Wednesday, November 18, 2015

Interactive and composable charts

I've added a diagrams backend to my typed-spreadsheet library which you can use to build composable graphical programs that update in response to user input.

Here's an example program that displays a circle that changes in response to various user inputs:

{-# LANGUAGE OverloadedStrings #-}

import Diagrams.Backend.Cairo (Cairo)
import Diagrams.Prelude
import Typed.Spreadsheet

data AColor = Red | Orange | Yellow | Green | Blue | Purple
    deriving (Enum, Bounded, Show)

toColor :: AColor -> Colour Double
toColor Red    = red
toColor Orange = orange
toColor Yellow = yellow
toColor Green  = green
toColor Blue   = blue
toColor Purple = purple

main :: IO ()
main = graphicalUI "Example program" logic
  where
    logic = combine <$> radioButton      "Color"        Red [Orange .. Purple]
                    <*> spinButtonAt 100 "Radius"       1
                    <*> spinButton       "X Coordinate" 1
                    <*> spinButton       "Y Coordinate" 1

    combine :: AColor -> Double -> Double -> Double -> Diagram Cairo
    combine color r x y =
        circle r # fc (toColor color) # translate (r2 (x, -y))

Here is a video showing the example program in action:

Applicatives

The first half of the main function (named logic) requests four users inputs to parametrize the displayed circle:

  • A radio button for selecting the circle's color
  • A spin button for controlling radius which defaults to 100 (pixels)
  • A spin button for controlling the x coordinate for the center of the circle
  • A spin button for controlling the y coordinate for the center of the circle

Each of these inputs is an Updatable value and we can express that using Haskell's type system:

radioButton      "Color"        Red [Orange .. Purple] :: Updatable AColor
spinButtonAt 100 "Radius"       1                      :: Updatable Double
spinButton       "X Coordinate" 1                      :: Updatable Double
spinButton       "Y Coordinate" 1                      :: Updatable Double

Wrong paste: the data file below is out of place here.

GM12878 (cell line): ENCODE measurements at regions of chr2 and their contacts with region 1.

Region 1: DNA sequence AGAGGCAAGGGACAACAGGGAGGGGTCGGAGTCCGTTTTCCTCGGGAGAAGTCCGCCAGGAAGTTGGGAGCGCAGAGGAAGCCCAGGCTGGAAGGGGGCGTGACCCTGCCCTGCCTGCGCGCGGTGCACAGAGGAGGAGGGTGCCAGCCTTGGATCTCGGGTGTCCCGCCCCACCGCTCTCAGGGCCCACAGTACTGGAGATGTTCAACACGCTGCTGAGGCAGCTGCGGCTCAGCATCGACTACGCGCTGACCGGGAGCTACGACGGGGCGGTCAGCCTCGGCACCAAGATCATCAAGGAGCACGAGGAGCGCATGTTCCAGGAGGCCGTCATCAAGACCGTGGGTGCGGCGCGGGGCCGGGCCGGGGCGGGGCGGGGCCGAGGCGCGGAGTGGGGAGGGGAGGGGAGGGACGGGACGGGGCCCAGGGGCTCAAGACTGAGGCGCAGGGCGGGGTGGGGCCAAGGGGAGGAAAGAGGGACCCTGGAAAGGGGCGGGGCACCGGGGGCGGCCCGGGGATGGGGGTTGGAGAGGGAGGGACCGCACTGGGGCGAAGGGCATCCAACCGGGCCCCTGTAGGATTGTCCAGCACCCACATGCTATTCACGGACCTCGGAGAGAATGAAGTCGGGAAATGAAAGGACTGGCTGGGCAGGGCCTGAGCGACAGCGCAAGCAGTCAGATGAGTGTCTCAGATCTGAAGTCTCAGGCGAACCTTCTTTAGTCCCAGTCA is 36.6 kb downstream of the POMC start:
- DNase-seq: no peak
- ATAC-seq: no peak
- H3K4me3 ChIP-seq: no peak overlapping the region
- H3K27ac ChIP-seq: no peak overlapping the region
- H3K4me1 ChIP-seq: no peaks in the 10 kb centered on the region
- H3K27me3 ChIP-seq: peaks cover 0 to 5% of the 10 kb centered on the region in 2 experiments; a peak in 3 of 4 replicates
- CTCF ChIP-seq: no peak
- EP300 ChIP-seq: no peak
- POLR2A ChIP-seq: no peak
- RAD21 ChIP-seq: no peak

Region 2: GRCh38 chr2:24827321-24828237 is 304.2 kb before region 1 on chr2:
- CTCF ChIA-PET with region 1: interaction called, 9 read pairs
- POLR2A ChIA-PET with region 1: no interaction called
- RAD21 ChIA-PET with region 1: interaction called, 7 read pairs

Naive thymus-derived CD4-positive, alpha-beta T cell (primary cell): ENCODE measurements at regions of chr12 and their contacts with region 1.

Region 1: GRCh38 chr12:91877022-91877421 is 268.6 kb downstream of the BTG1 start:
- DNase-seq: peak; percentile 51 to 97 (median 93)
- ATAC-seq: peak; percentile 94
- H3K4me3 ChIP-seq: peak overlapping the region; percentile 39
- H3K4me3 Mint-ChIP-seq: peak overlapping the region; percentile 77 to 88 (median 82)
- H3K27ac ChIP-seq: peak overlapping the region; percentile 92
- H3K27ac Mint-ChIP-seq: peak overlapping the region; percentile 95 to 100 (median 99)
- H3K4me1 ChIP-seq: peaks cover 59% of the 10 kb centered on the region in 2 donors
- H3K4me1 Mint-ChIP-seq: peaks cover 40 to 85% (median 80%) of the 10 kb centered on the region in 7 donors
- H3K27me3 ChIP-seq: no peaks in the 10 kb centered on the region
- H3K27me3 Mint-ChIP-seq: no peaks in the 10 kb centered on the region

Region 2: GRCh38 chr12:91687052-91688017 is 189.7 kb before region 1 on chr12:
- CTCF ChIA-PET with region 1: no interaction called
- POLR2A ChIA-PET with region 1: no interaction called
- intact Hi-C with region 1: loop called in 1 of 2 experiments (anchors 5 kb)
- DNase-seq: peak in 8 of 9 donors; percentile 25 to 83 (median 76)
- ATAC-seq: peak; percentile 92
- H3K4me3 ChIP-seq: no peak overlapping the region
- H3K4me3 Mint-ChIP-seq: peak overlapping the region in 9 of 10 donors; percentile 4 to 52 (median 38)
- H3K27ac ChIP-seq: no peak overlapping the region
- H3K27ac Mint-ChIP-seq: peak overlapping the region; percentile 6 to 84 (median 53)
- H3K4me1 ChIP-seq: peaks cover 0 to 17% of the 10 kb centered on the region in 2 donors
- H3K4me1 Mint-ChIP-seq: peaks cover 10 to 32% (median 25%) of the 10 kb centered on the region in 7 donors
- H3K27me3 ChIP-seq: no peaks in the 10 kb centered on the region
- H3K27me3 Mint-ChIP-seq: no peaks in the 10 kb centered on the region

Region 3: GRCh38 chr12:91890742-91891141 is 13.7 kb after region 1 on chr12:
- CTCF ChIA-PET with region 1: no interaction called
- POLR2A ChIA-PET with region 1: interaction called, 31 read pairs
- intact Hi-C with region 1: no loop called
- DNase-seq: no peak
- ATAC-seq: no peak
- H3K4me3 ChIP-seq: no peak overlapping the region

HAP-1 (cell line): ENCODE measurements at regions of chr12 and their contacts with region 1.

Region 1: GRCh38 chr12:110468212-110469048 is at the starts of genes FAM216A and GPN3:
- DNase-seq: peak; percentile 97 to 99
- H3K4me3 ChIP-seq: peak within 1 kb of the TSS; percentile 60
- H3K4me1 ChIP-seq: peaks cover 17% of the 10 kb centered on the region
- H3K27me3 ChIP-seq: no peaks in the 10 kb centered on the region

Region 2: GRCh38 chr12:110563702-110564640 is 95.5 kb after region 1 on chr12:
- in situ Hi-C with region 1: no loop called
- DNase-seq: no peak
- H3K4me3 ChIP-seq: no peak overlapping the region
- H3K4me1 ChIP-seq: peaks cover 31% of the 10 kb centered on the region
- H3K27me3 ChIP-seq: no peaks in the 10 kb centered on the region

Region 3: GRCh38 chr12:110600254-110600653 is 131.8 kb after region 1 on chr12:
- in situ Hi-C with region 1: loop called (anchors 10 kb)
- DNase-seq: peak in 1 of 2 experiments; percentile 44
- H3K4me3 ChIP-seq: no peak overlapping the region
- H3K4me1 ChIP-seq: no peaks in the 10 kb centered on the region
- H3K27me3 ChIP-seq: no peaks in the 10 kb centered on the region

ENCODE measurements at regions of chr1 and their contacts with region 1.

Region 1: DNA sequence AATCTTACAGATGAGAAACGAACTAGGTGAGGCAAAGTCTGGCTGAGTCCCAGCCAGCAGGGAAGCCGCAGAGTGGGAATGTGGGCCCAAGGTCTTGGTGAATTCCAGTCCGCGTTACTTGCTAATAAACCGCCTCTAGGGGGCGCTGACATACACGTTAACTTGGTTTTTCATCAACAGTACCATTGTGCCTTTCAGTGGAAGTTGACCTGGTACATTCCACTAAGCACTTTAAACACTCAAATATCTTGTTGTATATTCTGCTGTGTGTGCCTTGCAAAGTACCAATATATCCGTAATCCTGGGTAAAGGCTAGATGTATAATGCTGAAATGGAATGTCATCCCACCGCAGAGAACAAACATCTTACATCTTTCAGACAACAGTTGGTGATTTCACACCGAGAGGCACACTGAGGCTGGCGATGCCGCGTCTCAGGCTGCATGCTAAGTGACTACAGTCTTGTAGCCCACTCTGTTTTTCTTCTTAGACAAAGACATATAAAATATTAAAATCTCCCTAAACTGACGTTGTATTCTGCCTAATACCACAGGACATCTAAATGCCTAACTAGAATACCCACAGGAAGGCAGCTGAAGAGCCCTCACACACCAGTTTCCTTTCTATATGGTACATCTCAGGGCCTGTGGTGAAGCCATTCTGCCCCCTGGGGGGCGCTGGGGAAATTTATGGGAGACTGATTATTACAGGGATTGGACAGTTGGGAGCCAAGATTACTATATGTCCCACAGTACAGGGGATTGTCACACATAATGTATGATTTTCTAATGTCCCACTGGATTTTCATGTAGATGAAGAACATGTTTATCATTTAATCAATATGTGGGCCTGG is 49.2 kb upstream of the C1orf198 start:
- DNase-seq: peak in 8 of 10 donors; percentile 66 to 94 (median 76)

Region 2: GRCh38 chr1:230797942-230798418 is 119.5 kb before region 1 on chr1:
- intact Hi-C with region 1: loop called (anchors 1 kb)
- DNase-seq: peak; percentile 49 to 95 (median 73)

The Updatable type implements Haskell's Applicative interface, meaning that you can combine smaller Updatable values into larger Updatable values using Applicative operations.

For example, consider this pure function that consumes four pure inputs and produces a pure diagram:

combine
    :: AColor
    -> Double
    -> Double
    -> Double
    -> Diagram Cairo

Normally if we compute a pure function we would write something like this:

combine Green 40 10 20
    :: Diagram Cairo

However, this result is static and unchanging. I would like to transform this function into one that accepts Updatable arguments and produces an Updatable result.

Fortunately, Haskell's Applicative interface lets us do just that. We can lift any pure function to operate on any type that implements the Applicative interface like the Updatable type. All we have to do is separate the function from the first argument using the (<$>) operator and separate each subsequent argument using the (<*>) operator:

combine <$> radioButton      "Color"        Red [Orange .. Purple]
        <*> spinButtonAt 100 "Radius"       1
        <*> spinButton       "X Coordinate" 1
        <*> spinButton       "Y Coordinate" 1
    :: Updatable (Diagram Cairo)

Now the combine function accepts four Updatable arguments and produces an Updatable result! I can then pass this result to the graphicalUI function which builds a user interface from any Updatable Diagram:

graphicalUI :: Text -> Updatable Diagram -> IO ()

main = graphicalUI "Example program" logic

The Applicative operations ensure that every time one of our primitive Updatable inputs change, the composite Updatable Diagram immediately reflects that change.

Charts

One reason I wanted diagrams integration was to begin building interactive charts for typed spreadsheets. I'll illustrate this using a running example where I building up a successively more complex chart piece-by-piece.

Let's begin with a simple rectangle with an adjustable height (starting at 100 pixels):

{-# LANGUAGE OverloadedStrings #-}

import Diagrams.Backend.Cairo (Cairo)
import Diagrams.Prelude
import Typed.Spreadsheet

import qualified Data.Text as Text

bar :: Int -> Updatable (Diagram Cairo)
bar i = fmap buildRect (spinButtonAt 100 label 1)
  where